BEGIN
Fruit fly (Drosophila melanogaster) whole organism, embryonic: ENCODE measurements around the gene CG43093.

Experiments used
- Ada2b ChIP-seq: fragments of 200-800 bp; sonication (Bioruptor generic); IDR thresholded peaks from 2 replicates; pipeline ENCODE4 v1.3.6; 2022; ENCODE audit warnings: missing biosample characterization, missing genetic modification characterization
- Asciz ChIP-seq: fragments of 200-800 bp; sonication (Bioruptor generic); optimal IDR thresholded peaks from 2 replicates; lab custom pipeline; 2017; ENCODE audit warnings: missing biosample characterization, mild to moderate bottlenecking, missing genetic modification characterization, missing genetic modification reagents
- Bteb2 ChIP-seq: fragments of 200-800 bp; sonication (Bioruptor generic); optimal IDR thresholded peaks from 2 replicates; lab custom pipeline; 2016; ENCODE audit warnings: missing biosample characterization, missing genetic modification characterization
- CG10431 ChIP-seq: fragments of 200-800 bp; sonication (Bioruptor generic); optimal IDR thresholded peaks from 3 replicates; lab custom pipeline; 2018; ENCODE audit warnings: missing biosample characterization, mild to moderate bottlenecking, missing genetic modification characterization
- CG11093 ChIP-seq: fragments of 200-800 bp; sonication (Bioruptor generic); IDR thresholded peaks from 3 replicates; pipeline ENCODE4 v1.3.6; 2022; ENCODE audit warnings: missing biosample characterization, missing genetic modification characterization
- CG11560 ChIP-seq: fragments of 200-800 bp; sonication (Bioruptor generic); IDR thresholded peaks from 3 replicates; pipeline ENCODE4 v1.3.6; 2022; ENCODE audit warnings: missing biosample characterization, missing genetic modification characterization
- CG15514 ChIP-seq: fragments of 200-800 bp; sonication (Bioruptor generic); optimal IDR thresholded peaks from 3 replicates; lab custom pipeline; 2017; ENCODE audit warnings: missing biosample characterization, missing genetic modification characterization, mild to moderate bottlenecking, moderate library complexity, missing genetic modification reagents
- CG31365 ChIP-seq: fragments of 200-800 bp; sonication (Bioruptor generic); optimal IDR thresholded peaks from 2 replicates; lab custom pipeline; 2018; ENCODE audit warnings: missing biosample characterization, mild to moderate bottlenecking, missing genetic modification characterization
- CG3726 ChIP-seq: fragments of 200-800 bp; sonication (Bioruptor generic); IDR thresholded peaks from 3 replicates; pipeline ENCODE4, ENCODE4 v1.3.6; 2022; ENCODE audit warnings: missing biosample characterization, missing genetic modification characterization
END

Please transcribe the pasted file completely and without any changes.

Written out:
Fruit fly (Drosophila melanogaster) whole organism, embryonic: ENCODE measurements around the gene CG43093.

Experiments used
- Ada2b ChIP-seq: fragments of 200-800 bp; sonication (Bioruptor generic); IDR thresholded peaks from 2 replicates; pipeline ENCODE4 v1.3.6; 2022; ENCODE audit warnings: missing biosample characterization, missing genetic modification characterization
- Asciz ChIP-seq: fragments of 200-800 bp; sonication (Bioruptor generic); optimal IDR thresholded peaks from 2 replicates; lab custom pipeline; 2017; ENCODE audit warnings: missing biosample characterization, mild to moderate bottlenecking, missing genetic modification characterization, missing genetic modification reagents
- Bteb2 ChIP-seq: fragments of 200-800 bp; sonication (Bioruptor generic); optimal IDR thresholded peaks from 2 replicates; lab custom pipeline; 2016; ENCODE audit warnings: missing biosample characterization, missing genetic modification characterization
- CG10431 ChIP-seq: fragments of 200-800 bp; sonication (Bioruptor generic); optimal IDR thresholded peaks from 3 replicates; lab custom pipeline; 2018; ENCODE audit warnings: missing biosample characterization, mild to moderate bottlenecking, missing genetic modification characterization
- CG11093 ChIP-seq: fragments of 200-800 bp; sonication (Bioruptor generic); IDR thresholded peaks from 3 replicates; pipeline ENCODE4 v1.3.6; 2022; ENCODE audit warnings: missing biosample characterization, missing genetic modification characterization
- CG11560 ChIP-seq: fragments of 200-800 bp; sonication (Bioruptor generic); IDR thresholded peaks from 3 replicates; pipeline ENCODE4 v1.3.6; 2022; ENCODE audit warnings: missing biosample characterization, missing genetic modification characterization
- CG15514 ChIP-seq: fragments of 200-800 bp; sonication (Bioruptor generic); optimal IDR thresholded peaks from 3 replicates; lab custom pipeline; 2017; ENCODE audit warnings: missing biosample characterization, missing genetic modification characterization, mild to moderate bottlenecking, moderate library complexity, missing genetic modification reagents
- CG31365 ChIP-seq: fragments of 200-800 bp; sonication (Bioruptor generic); optimal IDR thresholded peaks from 2 replicates; lab custom pipeline; 2018; ENCODE audit warnings: missing biosample characterization, mild to moderate bottlenecking, missing genetic modification characterization
- CG3726 ChIP-seq: fragments of 200-800 bp; sonication (Bioruptor generic); IDR thresholded peaks from 3 replicates; pipeline ENCODE4, ENCODE4 v1.3.6; 2022; ENCODE audit warnings: missing biosample characterization, missing genetic modification characterization